FTC lawyer: Microsoft failed to keep its promise of no layoffs after Activision Blizzard merger

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The Federal Trade Commission is accusing Microsoft of breaking its promise not to ax employees after it merged with Activision Blizzard last year.

FTC lawyer Imad Abyad filed a complaint with the U.S. Court of Appeals for the 9th Circuit Wednesday saying Microsoft’s layoffs last month contradict its statements from the 2023 antitrust trial that decided the fate of the company’s purchase of Activision Blizzard.

According to Mr. Abyad’s claim, Microsoft asserted during proceedings last year that Activision Blizzard would remain mostly independent. The software giant claimed that it wanted to maintain a “premerger status quo” and that it sought a vertical integration with the video game maker, meaning Microsoft likely wouldn’t need to eliminate overlap or redundancy.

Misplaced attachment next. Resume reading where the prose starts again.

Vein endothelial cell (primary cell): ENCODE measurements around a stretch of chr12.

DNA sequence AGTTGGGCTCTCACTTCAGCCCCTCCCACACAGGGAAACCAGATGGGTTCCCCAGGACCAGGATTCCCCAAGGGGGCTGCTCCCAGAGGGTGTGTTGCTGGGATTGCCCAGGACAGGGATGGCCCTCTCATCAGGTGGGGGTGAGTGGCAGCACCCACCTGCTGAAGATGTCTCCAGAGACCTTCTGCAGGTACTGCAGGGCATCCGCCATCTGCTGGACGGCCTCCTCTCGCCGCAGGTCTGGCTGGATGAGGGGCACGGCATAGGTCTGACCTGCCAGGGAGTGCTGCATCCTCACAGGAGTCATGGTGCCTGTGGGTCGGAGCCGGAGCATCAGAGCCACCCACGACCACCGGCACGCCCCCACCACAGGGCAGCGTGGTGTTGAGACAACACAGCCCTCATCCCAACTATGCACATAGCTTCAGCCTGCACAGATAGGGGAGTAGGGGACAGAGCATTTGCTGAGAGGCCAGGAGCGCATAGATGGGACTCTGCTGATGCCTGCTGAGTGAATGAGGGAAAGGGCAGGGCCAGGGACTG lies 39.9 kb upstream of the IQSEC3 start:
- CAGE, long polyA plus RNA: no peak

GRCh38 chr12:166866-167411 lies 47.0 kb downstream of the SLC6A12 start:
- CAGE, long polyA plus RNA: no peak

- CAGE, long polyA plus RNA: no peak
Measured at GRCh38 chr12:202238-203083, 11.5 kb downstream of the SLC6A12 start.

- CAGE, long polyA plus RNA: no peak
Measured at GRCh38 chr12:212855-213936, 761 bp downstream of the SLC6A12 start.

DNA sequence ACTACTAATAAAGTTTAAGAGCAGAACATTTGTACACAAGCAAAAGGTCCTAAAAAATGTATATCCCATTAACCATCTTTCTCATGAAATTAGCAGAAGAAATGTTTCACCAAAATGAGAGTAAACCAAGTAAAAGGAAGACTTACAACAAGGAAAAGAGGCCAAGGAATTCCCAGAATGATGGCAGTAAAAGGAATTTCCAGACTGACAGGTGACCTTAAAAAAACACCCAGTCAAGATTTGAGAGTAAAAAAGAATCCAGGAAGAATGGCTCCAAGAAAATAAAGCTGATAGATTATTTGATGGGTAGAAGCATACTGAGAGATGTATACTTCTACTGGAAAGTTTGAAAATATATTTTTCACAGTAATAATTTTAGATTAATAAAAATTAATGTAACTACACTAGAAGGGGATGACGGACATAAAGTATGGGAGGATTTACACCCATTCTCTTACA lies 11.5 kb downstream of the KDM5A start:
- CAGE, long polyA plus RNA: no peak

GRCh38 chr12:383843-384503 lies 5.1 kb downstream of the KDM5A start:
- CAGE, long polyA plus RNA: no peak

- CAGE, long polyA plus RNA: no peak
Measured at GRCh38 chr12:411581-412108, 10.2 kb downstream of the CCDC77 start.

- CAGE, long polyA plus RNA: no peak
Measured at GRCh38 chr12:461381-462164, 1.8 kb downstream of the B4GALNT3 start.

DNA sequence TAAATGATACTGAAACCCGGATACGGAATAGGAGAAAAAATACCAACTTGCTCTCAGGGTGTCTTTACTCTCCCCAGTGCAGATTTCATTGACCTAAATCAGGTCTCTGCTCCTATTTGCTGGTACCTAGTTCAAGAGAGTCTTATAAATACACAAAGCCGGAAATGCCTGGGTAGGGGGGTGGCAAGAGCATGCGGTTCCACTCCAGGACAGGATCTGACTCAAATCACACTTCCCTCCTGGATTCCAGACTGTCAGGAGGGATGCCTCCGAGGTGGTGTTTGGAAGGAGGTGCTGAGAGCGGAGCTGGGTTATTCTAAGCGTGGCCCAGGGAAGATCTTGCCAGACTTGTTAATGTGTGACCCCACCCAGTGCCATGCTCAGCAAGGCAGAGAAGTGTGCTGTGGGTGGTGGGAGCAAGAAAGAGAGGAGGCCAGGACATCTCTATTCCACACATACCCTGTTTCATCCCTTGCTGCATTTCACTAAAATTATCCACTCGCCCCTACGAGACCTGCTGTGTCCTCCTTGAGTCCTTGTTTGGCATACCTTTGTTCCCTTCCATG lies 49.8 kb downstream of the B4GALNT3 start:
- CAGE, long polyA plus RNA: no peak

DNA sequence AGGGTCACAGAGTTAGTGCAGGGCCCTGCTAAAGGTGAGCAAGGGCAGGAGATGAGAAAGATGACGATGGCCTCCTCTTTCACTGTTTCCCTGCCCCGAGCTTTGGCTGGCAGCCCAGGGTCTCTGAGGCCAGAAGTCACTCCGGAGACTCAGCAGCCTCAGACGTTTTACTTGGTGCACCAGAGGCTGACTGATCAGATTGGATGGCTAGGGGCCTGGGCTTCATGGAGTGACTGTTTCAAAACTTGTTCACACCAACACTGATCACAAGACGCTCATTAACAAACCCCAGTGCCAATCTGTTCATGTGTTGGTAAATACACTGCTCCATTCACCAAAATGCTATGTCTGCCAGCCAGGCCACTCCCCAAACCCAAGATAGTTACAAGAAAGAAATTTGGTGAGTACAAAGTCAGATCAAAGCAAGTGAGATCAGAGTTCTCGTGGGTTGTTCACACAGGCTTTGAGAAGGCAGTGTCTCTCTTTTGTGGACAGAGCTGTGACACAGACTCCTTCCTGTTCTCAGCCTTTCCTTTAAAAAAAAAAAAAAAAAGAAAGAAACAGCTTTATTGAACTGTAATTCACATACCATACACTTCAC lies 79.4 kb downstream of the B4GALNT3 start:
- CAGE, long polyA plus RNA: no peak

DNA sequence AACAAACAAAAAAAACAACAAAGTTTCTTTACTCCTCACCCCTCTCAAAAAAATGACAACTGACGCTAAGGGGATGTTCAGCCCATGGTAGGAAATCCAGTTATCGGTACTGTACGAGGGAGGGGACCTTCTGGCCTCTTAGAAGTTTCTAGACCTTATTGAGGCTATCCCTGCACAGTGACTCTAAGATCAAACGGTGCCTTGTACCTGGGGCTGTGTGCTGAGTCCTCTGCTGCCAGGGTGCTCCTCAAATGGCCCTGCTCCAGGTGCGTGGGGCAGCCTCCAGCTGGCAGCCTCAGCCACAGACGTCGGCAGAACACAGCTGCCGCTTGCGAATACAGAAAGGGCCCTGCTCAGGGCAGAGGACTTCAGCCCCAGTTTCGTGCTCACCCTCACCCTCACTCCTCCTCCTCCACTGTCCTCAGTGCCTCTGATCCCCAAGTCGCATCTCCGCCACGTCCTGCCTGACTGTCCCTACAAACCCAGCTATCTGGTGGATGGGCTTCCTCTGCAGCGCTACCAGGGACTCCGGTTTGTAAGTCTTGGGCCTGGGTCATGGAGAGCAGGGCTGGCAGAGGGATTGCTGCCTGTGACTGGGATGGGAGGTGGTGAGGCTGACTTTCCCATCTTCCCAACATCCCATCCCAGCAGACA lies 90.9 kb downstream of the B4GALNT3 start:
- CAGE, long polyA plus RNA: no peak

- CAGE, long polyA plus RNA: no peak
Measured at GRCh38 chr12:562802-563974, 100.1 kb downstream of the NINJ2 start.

But in January, several months after the merger was approved, Microsoft announced it would be cutting around 1,900 jobs from its gaming division, with 900 coming from Activision Blizzard.

“Together, we’ve set priorities, identified areas of overlap and ensured that we’re all aligned on the best opportunities for growth,” Microsoft Gaming CEO Phil Spencer said after the layoffs were made public.

Microsoft responded to the FTC’s letter on Thursday, claiming that the company was already considering layoffs before the merger was finalized.

“To be clear, while some overlap was identified and some jobs were eliminated, Microsoft has structured and is operating the post-merger company in a way that will readily enable it to divest any or all of the Activision businesses as robust market participants in the unlikely event that a divestiture ultimately is ordered,” Microsoft lawyer Rakesh Kilaru wrote.

The FTC‘s letter comes as it tries to undo the merger. In December, the commission filed an appeal to pause the motion over competitive concerns.

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